User groups facilitate the setting of permissions in systems where there is a large number of users, where controlling permissions individually would be impractical. Keep in mind that Unix-based systems and their applications are designed for systems with multiple users (even hundreds or thousands).
If you are thinking that, if your computer is a local machine and you will only have your user, maybe this is not really important to you. But your whole system is based on this so, believe me, sooner or later you will have to deal with user groups. But don’t worry, it’s much easier than it seems, as we will see in this post!
All the commands in this post refer to user control. Therefore, to use them, we must be logged in as a Super User or use the ‘sudo’ command as we saw in this post.
Why user groups?
If you have a system with 1 or 2 users, you may be able to manage permissions on an individual level. But as the number of users grows, with dozens or hundreds of users, management will become a bit impractical for you.
Imagine a company, where workers are constantly coming and going, department changes… a madness. Now imagine a server with thousands of users. It would be impossible to configure permissions individually!
For that reason, it is normal to work with user groups and grant permissions to folders or program execution at the user group level. Then, you just have to make sure that each user is part of the appropriate groups and they will have the corresponding permissions.
User groups can serve an organizational purpose. Thus, for example, the ‘Marketing’ group has different permissions than ‘Finance’. Or, for a domestic example, the ‘Family’ group has different permissions than the ‘Guests’ group.
Another quite common approach in some applications is to create a group that has permission to execute a program, access a device, or a folder. For example, when installing application ‘A’, it creates a ‘A-Users’ group, which has permission to execute it. To grant execution permissions to a user, you have to add them to this group.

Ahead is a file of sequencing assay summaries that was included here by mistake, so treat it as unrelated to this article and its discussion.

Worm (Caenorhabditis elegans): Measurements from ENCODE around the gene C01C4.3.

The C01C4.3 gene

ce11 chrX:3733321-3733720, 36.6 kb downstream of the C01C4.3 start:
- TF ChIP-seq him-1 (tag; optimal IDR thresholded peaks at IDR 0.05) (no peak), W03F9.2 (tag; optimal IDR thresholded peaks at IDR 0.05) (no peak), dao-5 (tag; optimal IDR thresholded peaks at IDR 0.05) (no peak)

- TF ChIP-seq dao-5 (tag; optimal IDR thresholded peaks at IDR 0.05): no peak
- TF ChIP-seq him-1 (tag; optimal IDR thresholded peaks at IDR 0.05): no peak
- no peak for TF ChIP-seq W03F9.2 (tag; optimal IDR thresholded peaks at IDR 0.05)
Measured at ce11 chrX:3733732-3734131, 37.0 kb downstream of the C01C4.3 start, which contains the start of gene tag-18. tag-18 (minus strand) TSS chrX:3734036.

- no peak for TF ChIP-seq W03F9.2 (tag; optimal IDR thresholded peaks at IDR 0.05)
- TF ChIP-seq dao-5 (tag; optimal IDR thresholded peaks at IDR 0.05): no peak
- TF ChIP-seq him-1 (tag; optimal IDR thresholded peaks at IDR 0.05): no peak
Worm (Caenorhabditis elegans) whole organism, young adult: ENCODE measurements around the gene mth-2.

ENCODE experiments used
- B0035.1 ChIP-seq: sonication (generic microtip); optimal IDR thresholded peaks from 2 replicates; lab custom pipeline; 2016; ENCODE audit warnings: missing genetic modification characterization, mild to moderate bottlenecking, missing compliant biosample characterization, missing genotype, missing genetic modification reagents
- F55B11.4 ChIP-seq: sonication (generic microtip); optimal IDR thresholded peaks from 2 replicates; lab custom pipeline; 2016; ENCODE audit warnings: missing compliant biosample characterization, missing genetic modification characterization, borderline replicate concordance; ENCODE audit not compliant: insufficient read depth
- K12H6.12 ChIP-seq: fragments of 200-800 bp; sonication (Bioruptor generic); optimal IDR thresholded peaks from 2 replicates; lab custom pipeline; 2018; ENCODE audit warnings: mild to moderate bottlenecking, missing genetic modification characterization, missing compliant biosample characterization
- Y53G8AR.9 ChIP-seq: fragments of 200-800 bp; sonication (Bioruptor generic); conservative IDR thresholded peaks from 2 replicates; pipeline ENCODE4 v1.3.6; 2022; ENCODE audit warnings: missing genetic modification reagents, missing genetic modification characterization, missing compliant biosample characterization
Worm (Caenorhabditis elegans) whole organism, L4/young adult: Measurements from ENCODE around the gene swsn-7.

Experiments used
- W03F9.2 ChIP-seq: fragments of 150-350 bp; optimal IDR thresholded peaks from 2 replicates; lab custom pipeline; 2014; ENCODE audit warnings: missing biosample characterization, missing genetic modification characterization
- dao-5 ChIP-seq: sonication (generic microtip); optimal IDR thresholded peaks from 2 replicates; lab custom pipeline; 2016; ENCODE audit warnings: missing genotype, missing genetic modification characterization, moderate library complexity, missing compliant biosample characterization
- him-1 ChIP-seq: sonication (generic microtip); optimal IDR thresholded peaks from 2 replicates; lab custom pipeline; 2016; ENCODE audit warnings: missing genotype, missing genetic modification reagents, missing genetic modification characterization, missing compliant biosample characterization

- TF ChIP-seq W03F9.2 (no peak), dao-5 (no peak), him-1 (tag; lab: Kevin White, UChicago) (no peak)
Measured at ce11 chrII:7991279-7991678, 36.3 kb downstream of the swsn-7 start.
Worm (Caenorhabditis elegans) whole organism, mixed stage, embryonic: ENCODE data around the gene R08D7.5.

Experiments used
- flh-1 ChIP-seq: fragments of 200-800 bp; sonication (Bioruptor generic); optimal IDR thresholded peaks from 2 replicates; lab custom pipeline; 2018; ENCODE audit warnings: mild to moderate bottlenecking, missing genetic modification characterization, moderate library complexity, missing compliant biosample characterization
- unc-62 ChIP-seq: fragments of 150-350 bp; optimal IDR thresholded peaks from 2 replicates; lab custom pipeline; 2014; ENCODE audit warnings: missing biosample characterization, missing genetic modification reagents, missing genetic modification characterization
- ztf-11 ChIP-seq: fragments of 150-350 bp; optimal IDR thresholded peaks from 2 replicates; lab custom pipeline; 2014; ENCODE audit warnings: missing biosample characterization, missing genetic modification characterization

Managing user groups
Add/remove user groups
To create a new user group we simply write:
Where group_name is the name of the group we want to create. If we want to delete an existing user group we use:
To rename a user group we have the command
groupmod -n new_name old_name
Add/remove users to/from groups
To add the current user to a group we can use this command:
If we want to add another user to a group we will use the command:
adduser user_name group_name
Alternatively, we can use the following command (useful if we want to add them to more than one group in a single command)
usermod -a -G group_name1, group_name2, group_name3 user_name
Finally, to remove a user from a group we use the command
deluser user_name group_name
Which will only remove the user from the user group, it will not delete the user itself.
List user groups
To list all the groups to which the current user belongs, simply use:
We can also show the groups to which another user belongs with:
Finally, if we want to list all the existing groups on the current machine we use the command:
cut -d: -f1 /etc/group
Default user groups
The installation of Raspbian creates certain default user groups. Below is a summary of the main default user groups and their purpose.
|User group. (A new group is automatically created every time a user is created)
|Access to log files located in /var/log
|Access to optical drives
|Access to audio devices (microphones, sound card, etc.)
|Access to video devices (graphics card, framebuffer, webcams)
|Access to external storage devices
|Access to the /dev/input/mice folder
|Access to network devices
|Access to serial ports/modems, etc.
|Access to the GPIO port
|Access to the I2C bus
|Access to the SPI bus
That’s it! In future posts we will see how to manage permissions for both users and user groups. If you have any questions or know other commands, you can leave us a comment.